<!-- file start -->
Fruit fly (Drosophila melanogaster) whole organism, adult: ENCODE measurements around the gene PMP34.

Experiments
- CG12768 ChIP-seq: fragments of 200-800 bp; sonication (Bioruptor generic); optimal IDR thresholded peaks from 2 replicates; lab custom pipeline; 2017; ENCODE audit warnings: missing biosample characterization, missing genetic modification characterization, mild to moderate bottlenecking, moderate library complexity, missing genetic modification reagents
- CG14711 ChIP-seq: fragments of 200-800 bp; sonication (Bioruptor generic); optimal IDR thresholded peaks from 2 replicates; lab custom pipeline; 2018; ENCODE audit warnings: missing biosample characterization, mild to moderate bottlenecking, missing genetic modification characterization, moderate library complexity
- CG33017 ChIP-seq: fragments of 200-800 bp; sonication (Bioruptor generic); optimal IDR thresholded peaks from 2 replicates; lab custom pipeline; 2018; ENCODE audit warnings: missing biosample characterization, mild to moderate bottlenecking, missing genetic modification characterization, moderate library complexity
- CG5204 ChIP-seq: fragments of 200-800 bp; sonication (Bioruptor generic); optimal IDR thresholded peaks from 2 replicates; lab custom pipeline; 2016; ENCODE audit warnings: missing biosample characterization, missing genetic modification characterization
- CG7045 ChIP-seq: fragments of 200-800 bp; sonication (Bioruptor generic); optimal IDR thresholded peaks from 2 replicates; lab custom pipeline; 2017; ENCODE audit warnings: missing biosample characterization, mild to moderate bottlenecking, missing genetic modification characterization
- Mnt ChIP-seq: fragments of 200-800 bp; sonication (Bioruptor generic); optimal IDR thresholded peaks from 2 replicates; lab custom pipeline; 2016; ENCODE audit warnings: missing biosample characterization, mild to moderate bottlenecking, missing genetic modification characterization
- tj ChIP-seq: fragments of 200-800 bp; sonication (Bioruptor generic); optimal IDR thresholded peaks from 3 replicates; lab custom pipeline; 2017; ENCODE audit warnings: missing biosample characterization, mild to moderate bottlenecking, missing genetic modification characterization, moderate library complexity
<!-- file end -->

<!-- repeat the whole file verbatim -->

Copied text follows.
Fruit fly (Drosophila melanogaster) whole organism, adult: ENCODE measurements around the gene PMP34.

Experiments
- CG12768 ChIP-seq: fragments of 200-800 bp; sonication (Bioruptor generic); optimal IDR thresholded peaks from 2 replicates; lab custom pipeline; 2017; ENCODE audit warnings: missing biosample characterization, missing genetic modification characterization, mild to moderate bottlenecking, moderate library complexity, missing genetic modification reagents
- CG14711 ChIP-seq: fragments of 200-800 bp; sonication (Bioruptor generic); optimal IDR thresholded peaks from 2 replicates; lab custom pipeline; 2018; ENCODE audit warnings: missing biosample characterization, mild to moderate bottlenecking, missing genetic modification characterization, moderate library complexity
- CG33017 ChIP-seq: fragments of 200-800 bp; sonication (Bioruptor generic); optimal IDR thresholded peaks from 2 replicates; lab custom pipeline; 2018; ENCODE audit warnings: missing biosample characterization, mild to moderate bottlenecking, missing genetic modification characterization, moderate library complexity
- CG5204 ChIP-seq: fragments of 200-800 bp; sonication (Bioruptor generic); optimal IDR thresholded peaks from 2 replicates; lab custom pipeline; 2016; ENCODE audit warnings: missing biosample characterization, missing genetic modification characterization
- CG7045 ChIP-seq: fragments of 200-800 bp; sonication (Bioruptor generic); optimal IDR thresholded peaks from 2 replicates; lab custom pipeline; 2017; ENCODE audit warnings: missing biosample characterization, mild to moderate bottlenecking, missing genetic modification characterization
- Mnt ChIP-seq: fragments of 200-800 bp; sonication (Bioruptor generic); optimal IDR thresholded peaks from 2 replicates; lab custom pipeline; 2016; ENCODE audit warnings: missing biosample characterization, mild to moderate bottlenecking, missing genetic modification characterization
- tj ChIP-seq: fragments of 200-800 bp; sonication (Bioruptor generic); optimal IDR thresholded peaks from 3 replicates; lab custom pipeline; 2017; ENCODE audit warnings: missing biosample characterization, mild to moderate bottlenecking, missing genetic modification characterization, moderate library complexity